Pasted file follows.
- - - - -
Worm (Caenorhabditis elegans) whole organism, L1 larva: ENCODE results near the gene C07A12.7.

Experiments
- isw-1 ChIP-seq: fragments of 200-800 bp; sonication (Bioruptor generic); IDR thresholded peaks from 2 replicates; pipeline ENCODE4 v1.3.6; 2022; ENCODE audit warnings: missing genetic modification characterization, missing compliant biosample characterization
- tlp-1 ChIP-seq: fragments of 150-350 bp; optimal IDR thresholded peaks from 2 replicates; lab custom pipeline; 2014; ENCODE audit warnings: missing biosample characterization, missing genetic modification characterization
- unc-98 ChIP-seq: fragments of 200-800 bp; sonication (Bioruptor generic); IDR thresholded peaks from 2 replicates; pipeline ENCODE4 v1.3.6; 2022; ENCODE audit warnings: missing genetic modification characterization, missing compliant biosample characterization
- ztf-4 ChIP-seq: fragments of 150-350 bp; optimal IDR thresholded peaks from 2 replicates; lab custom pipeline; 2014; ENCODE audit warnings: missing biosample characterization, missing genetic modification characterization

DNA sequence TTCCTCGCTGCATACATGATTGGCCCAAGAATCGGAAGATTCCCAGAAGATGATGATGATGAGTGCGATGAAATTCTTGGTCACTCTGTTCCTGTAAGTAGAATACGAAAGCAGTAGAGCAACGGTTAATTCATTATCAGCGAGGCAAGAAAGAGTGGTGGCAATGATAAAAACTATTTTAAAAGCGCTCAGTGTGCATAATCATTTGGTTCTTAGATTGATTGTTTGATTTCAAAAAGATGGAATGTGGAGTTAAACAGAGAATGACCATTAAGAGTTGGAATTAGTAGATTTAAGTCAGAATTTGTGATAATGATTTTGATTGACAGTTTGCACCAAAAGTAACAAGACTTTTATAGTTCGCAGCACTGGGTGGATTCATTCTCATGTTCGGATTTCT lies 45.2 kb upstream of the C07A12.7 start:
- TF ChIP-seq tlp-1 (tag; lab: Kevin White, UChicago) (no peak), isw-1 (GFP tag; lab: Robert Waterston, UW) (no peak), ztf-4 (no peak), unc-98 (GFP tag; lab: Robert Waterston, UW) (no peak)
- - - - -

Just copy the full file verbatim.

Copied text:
Worm (Caenorhabditis elegans) whole organism, L1 larva: ENCODE results near the gene C07A12.7.

Experiments
- isw-1 ChIP-seq: fragments of 200-800 bp; sonication (Bioruptor generic); IDR thresholded peaks from 2 replicates; pipeline ENCODE4 v1.3.6; 2022; ENCODE audit warnings: missing genetic modification characterization, missing compliant biosample characterization
- tlp-1 ChIP-seq: fragments of 150-350 bp; optimal IDR thresholded peaks from 2 replicates; lab custom pipeline; 2014; ENCODE audit warnings: missing biosample characterization, missing genetic modification characterization
- unc-98 ChIP-seq: fragments of 200-800 bp; sonication (Bioruptor generic); IDR thresholded peaks from 2 replicates; pipeline ENCODE4 v1.3.6; 2022; ENCODE audit warnings: missing genetic modification characterization, missing compliant biosample characterization
- ztf-4 ChIP-seq: fragments of 150-350 bp; optimal IDR thresholded peaks from 2 replicates; lab custom pipeline; 2014; ENCODE audit warnings: missing biosample characterization, missing genetic modification characterization

DNA sequence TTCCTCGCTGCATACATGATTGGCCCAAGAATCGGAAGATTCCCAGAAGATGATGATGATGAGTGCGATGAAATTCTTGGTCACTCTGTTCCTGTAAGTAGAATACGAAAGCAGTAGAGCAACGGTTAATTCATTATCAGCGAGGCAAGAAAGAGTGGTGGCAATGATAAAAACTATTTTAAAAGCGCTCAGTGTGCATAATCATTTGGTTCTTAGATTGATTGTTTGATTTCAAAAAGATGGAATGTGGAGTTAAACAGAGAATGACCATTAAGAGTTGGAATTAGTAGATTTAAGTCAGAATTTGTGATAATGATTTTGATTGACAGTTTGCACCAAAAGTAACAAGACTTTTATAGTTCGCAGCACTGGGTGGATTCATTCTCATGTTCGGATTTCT lies 45.2 kb upstream of the C07A12.7 start:
- TF ChIP-seq tlp-1 (tag; lab: Kevin White, UChicago) (no peak), isw-1 (GFP tag; lab: Robert Waterston, UW) (no peak), ztf-4 (no peak), unc-98 (GFP tag; lab: Robert Waterston, UW) (no peak)